InterConnect FLASH! No. 40 - Supreme Court Declines Swift Review - But It Is Not The End Of The Story


The U.S. Supreme Court recently declined to review the Swift worker misclassification case, which has been working its way through the courts for several years.  That decision has brought up a lot of questions on the viability of arbitration provisions in independent contractor agreements, but it is a far cry from the end of the story.

The case has went through several iterations to even get to possible consideration at the Supreme Court.  The plaintiff drivers, all of whom entered independent contractor operating agreements with Swift, brought their initial class action complaint in 2009, alleging violations of the Fair Labor Standards Act and state labor laws, among other claims.  The drivers claimed that they were really employees and offered various terms in the independent contractor agreement as their proof.  Swift asked the District Court to require that the case be moved to arbitration, citing an arbitration clause that both parties has agreed to in the independent contractor agreement.  The drivers argued that arbitration was no longer appropriate because the contract was really an employment contract between an employer and employee for work in interstate commerce and not an independent contractor agreement at all, and such contracts for employment in interstate commerce were exempt from arbitration under the Federal Arbitration Act (FAA).    

The District Court declined to rule on the driver’s argument on the FAA exemption on arbitration, instead saying that the terms of the parties’ independent contractor agreement delegated to an arbitrator any disputes concerning the parties’ relationship or even whether a specific dispute was arbitrable.  Therefore, the District Court reasoned, this was not a question to be decided by the court itself, but rather the independent contractor agreement left to an arbitrator the question of whether an employer/employee relationship existed and whether the FAA exemption would apply.  The drivers appealed this decision by the District Court.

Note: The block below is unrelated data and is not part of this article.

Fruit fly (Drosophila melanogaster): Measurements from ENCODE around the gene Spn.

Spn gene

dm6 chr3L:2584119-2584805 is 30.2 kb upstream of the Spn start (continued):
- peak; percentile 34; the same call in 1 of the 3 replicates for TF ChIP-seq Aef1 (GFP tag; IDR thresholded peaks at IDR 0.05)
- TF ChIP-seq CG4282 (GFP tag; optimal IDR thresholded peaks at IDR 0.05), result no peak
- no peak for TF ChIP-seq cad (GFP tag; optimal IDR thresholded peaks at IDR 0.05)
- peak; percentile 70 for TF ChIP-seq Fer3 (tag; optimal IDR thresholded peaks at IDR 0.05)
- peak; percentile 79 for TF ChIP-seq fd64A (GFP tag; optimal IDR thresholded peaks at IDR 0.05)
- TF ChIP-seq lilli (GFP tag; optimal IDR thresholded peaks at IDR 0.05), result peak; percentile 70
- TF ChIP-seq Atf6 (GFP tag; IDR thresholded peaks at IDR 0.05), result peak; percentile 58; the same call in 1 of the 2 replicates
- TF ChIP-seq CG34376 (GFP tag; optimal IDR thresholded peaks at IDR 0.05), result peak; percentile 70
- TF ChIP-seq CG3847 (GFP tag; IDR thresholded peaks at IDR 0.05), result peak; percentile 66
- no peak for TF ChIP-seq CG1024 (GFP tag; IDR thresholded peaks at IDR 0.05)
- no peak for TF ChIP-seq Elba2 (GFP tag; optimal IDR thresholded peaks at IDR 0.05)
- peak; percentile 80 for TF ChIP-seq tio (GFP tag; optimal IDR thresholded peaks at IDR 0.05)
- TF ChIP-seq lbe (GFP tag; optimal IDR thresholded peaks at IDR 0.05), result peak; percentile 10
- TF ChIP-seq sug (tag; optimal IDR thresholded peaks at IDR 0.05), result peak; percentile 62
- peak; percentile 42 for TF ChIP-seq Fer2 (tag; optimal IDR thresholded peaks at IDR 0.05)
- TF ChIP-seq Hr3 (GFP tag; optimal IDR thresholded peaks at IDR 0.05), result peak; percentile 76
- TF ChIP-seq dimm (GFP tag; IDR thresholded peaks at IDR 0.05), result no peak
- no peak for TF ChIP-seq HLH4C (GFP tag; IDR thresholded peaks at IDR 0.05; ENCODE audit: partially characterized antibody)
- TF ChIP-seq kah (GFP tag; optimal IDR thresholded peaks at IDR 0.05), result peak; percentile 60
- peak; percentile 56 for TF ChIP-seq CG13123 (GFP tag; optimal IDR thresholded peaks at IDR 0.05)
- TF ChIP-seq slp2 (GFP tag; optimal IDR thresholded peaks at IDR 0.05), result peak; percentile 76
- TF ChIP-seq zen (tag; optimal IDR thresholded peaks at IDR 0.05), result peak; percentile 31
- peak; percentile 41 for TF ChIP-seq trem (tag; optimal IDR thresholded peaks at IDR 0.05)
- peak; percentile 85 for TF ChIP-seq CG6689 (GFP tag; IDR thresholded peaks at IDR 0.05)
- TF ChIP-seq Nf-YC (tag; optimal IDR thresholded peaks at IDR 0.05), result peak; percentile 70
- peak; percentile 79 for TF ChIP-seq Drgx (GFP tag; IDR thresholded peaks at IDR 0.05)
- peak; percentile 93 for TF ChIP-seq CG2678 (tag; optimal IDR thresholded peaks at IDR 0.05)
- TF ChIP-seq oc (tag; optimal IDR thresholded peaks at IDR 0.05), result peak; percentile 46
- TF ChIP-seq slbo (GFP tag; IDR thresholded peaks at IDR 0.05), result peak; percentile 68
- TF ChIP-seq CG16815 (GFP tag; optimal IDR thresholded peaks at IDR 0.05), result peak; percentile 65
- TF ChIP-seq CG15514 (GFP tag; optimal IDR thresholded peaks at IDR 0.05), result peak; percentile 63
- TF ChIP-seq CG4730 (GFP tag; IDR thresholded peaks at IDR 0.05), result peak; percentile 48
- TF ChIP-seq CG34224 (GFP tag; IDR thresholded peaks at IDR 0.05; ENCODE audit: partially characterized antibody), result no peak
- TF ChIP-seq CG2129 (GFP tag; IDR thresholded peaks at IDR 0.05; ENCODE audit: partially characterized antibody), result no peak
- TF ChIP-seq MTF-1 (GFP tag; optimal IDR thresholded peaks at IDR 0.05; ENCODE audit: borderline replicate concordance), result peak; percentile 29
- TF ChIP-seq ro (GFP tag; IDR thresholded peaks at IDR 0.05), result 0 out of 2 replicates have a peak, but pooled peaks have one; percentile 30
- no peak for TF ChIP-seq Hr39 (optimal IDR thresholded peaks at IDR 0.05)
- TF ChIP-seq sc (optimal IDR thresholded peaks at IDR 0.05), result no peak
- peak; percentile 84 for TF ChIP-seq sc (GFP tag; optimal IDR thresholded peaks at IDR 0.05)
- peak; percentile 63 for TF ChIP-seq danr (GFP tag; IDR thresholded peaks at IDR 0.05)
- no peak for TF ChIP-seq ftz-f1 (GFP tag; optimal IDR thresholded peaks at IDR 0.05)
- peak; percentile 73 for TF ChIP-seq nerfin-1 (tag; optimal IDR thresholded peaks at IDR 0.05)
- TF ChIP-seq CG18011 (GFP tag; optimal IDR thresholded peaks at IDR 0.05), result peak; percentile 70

The central question really revolved around one issue:  in a complaint alleging worker misclassification where an agreement with an arbitration clause exists between the parties, should the court itself determine whether or not the workers were employees or independent contractors, and thus whether the contract is exempt from arbitration, or is this an arbitrable issue to be delegated to and determined by the arbitrator.  Ultimately, the Appeals Court noted that established law makes the question of arbitrability an issue for the court itself unless the parties can prove otherwise.  As an initial matter, a district court must first determine if an agreement is exempt from arbitration under the FAA before it can compel the parties to arbitration. 

What does this mean for motor carriers who operate on an independent contractor model similar to Swift?  On its face, you may think that the conclusion is that arbitration clauses do not matter anymore in independent contractor agreements since the court itself must decide the issue of worker misclassification and employment contracts.  But no, we believe this is way too simplistic of a view. The Swift case was really first and foremost a worker misclassification dispute, and while the case may offer us guidance, it is really only binding in the 9th Circuit.  And, arbitration clauses are like the jack of all trades of the contract world – they can do many, many things and serve many purposes.  There are a whole host of other potential issues that may pop up in an independent contractor agreement besides the question of “employee or independent contractor” that would be well served by an arbitration clause.  Issues such as violations of federal leasing regulations (such as those in which OOIDA has been active in the past few years), breach of contract, damages, and non-compete clauses all would still be effectively handled in arbitration.  Further, a well-crafted independent contractor agreement arbitration clause should include the element of applicability on an individual case basis only and not as part of a class action. 

While the Swift case was certainly not as positive of an outcome as the industry would have liked to have seen, there are still many reasons why an arbitration clause makes a lot of sense in today’s independent contractor agreements.  We here at Benesch are available to assist you with a review of your independent contractor model or to answer further questions should the need arise. 

DISCLAIMER: Because of the generality of this update, the information provided herein may not be applicable in all situations and should not be acted upon without specific legal advice based on particular situations.

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